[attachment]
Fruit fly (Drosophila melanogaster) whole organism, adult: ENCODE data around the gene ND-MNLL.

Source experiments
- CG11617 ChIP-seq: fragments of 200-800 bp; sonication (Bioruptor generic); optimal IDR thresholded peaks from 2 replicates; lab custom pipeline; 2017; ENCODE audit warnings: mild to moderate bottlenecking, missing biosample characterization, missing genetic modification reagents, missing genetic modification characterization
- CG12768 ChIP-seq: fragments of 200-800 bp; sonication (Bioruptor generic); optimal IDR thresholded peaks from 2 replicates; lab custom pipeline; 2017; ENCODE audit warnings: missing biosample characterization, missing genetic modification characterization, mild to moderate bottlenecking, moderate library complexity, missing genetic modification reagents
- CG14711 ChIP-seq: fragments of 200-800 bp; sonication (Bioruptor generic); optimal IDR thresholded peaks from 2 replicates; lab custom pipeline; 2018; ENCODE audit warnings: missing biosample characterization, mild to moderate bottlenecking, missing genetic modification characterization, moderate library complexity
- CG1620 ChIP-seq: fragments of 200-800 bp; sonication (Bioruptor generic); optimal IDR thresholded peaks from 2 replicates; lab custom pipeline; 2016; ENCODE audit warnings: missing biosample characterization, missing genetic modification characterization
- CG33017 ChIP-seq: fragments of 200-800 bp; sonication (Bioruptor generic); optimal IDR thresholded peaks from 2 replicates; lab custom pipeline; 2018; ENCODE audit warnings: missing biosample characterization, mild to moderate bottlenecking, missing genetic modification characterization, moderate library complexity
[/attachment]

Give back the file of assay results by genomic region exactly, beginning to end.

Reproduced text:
Fruit fly (Drosophila melanogaster) whole organism, adult: ENCODE data around the gene ND-MNLL.

Source experiments
- CG11617 ChIP-seq: fragments of 200-800 bp; sonication (Bioruptor generic); optimal IDR thresholded peaks from 2 replicates; lab custom pipeline; 2017; ENCODE audit warnings: mild to moderate bottlenecking, missing biosample characterization, missing genetic modification reagents, missing genetic modification characterization
- CG12768 ChIP-seq: fragments of 200-800 bp; sonication (Bioruptor generic); optimal IDR thresholded peaks from 2 replicates; lab custom pipeline; 2017; ENCODE audit warnings: missing biosample characterization, missing genetic modification characterization, mild to moderate bottlenecking, moderate library complexity, missing genetic modification reagents
- CG14711 ChIP-seq: fragments of 200-800 bp; sonication (Bioruptor generic); optimal IDR thresholded peaks from 2 replicates; lab custom pipeline; 2018; ENCODE audit warnings: missing biosample characterization, mild to moderate bottlenecking, missing genetic modification characterization, moderate library complexity
- CG1620 ChIP-seq: fragments of 200-800 bp; sonication (Bioruptor generic); optimal IDR thresholded peaks from 2 replicates; lab custom pipeline; 2016; ENCODE audit warnings: missing biosample characterization, missing genetic modification characterization
- CG33017 ChIP-seq: fragments of 200-800 bp; sonication (Bioruptor generic); optimal IDR thresholded peaks from 2 replicates; lab custom pipeline; 2018; ENCODE audit warnings: missing biosample characterization, mild to moderate bottlenecking, missing genetic modification characterization, moderate library complexity